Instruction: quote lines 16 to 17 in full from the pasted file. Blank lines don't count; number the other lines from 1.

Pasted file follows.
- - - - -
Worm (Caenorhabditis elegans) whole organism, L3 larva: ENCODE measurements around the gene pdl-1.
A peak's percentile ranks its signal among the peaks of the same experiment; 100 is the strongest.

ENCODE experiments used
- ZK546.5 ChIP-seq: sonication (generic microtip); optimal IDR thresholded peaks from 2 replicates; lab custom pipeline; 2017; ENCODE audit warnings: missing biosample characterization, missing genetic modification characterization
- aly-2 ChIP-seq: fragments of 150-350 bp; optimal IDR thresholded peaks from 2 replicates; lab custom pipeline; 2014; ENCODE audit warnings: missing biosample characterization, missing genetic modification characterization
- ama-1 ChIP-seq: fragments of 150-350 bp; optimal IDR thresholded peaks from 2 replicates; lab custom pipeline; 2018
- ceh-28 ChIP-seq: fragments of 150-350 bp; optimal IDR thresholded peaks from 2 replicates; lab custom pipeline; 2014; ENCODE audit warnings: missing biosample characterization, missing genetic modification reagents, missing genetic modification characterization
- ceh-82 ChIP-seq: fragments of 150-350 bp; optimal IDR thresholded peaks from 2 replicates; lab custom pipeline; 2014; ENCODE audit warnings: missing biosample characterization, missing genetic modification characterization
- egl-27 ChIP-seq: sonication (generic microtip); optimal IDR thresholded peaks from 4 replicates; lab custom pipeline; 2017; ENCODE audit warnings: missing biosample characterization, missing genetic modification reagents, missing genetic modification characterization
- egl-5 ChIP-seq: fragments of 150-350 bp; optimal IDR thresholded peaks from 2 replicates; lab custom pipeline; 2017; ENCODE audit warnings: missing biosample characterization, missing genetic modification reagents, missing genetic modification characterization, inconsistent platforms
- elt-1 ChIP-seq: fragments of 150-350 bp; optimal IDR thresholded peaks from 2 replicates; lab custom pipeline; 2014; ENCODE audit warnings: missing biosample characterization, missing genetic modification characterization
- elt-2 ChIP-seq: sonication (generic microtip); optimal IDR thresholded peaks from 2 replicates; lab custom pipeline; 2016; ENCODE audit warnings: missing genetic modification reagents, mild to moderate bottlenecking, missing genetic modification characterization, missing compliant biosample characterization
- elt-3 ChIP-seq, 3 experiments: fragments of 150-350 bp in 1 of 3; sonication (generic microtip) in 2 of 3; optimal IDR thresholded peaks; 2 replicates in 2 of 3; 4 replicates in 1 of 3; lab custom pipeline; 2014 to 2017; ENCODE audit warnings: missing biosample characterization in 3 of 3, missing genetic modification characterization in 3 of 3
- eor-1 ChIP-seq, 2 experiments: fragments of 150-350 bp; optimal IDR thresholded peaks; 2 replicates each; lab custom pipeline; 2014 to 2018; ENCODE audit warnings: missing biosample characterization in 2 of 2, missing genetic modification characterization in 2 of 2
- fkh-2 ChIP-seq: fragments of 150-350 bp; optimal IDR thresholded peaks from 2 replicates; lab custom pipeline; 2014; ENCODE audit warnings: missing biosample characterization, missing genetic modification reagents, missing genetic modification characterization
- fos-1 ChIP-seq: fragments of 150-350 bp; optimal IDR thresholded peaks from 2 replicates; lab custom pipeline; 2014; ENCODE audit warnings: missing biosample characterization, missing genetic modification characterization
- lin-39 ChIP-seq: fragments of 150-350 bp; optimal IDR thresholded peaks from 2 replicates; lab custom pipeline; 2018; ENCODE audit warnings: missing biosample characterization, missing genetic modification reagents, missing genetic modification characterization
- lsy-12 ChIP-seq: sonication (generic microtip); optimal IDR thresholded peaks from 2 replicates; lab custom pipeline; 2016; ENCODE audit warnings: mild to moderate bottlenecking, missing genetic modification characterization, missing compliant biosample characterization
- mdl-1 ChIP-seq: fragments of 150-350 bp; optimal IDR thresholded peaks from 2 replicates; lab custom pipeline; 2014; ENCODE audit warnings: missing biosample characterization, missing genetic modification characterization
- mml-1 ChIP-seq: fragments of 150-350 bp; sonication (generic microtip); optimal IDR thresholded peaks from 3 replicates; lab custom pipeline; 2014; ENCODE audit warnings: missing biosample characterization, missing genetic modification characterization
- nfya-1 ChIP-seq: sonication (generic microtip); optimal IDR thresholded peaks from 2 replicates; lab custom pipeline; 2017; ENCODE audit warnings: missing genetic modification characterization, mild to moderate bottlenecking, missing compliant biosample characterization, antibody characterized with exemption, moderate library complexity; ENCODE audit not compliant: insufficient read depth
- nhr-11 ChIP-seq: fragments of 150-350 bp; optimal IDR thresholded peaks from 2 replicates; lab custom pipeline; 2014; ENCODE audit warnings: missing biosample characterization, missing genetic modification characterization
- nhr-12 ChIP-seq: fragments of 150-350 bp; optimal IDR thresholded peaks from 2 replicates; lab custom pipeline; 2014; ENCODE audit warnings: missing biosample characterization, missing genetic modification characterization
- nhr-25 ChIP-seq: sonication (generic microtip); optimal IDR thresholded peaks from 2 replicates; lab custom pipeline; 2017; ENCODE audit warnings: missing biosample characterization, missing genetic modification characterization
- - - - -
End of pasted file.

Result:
- fos-1 ChIP-seq: fragments of 150-350 bp; optimal IDR thresholded peaks from 2 replicates; lab custom pipeline; 2014; ENCODE audit warnings: missing biosample characterization, missing genetic modification characterization
- lin-39 ChIP-seq: fragments of 150-350 bp; optimal IDR thresholded peaks from 2 replicates; lab custom pipeline; 2018; ENCODE audit warnings: missing biosample characterization, missing genetic modification reagents, missing genetic modification characterization